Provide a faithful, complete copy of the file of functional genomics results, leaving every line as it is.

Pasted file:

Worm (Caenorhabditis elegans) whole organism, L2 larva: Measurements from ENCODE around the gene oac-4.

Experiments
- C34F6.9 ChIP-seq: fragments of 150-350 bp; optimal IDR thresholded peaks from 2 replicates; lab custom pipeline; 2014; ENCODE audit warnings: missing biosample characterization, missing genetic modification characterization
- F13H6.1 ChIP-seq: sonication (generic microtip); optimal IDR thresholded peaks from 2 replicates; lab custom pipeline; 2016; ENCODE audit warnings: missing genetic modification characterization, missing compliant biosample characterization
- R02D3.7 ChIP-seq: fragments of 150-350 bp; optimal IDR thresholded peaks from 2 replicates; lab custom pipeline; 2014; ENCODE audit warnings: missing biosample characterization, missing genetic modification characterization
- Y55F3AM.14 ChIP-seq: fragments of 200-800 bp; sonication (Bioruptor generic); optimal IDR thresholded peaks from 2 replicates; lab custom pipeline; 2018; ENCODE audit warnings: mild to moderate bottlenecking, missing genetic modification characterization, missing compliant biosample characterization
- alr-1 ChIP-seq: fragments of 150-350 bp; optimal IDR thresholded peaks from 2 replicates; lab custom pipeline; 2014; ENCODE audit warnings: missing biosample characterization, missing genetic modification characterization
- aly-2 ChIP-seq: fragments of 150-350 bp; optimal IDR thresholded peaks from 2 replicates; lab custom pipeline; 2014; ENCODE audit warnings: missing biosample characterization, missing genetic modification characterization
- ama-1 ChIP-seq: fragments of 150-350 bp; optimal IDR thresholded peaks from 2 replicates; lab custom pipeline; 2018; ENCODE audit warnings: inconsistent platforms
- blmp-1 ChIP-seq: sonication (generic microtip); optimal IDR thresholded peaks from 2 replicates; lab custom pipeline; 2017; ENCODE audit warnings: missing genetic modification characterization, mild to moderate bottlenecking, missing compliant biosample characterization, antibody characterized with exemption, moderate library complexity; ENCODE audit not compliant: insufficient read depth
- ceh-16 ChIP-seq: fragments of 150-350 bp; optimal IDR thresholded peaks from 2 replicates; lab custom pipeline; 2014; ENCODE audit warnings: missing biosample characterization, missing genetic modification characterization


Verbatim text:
Worm (Caenorhabditis elegans) whole organism, L2 larva: Measurements from ENCODE around the gene oac-4.

Experiments
- C34F6.9 ChIP-seq: fragments of 150-350 bp; optimal IDR thresholded peaks from 2 replicates; lab custom pipeline; 2014; ENCODE audit warnings: missing biosample characterization, missing genetic modification characterization
- F13H6.1 ChIP-seq: sonication (generic microtip); optimal IDR thresholded peaks from 2 replicates; lab custom pipeline; 2016; ENCODE audit warnings: missing genetic modification characterization, missing compliant biosample characterization
- R02D3.7 ChIP-seq: fragments of 150-350 bp; optimal IDR thresholded peaks from 2 replicates; lab custom pipeline; 2014; ENCODE audit warnings: missing biosample characterization, missing genetic modification characterization
- Y55F3AM.14 ChIP-seq: fragments of 200-800 bp; sonication (Bioruptor generic); optimal IDR thresholded peaks from 2 replicates; lab custom pipeline; 2018; ENCODE audit warnings: mild to moderate bottlenecking, missing genetic modification characterization, missing compliant biosample characterization
- alr-1 ChIP-seq: fragments of 150-350 bp; optimal IDR thresholded peaks from 2 replicates; lab custom pipeline; 2014; ENCODE audit warnings: missing biosample characterization, missing genetic modification characterization
- aly-2 ChIP-seq: fragments of 150-350 bp; optimal IDR thresholded peaks from 2 replicates; lab custom pipeline; 2014; ENCODE audit warnings: missing biosample characterization, missing genetic modification characterization
- ama-1 ChIP-seq: fragments of 150-350 bp; optimal IDR thresholded peaks from 2 replicates; lab custom pipeline; 2018; ENCODE audit warnings: inconsistent platforms
- blmp-1 ChIP-seq: sonication (generic microtip); optimal IDR thresholded peaks from 2 replicates; lab custom pipeline; 2017; ENCODE audit warnings: missing genetic modification characterization, mild to moderate bottlenecking, missing compliant biosample characterization, antibody characterized with exemption, moderate library complexity; ENCODE audit not compliant: insufficient read depth
- ceh-16 ChIP-seq: fragments of 150-350 bp; optimal IDR thresholded peaks from 2 replicates; lab custom pipeline; 2014; ENCODE audit warnings: missing biosample characterization, missing genetic modification characterization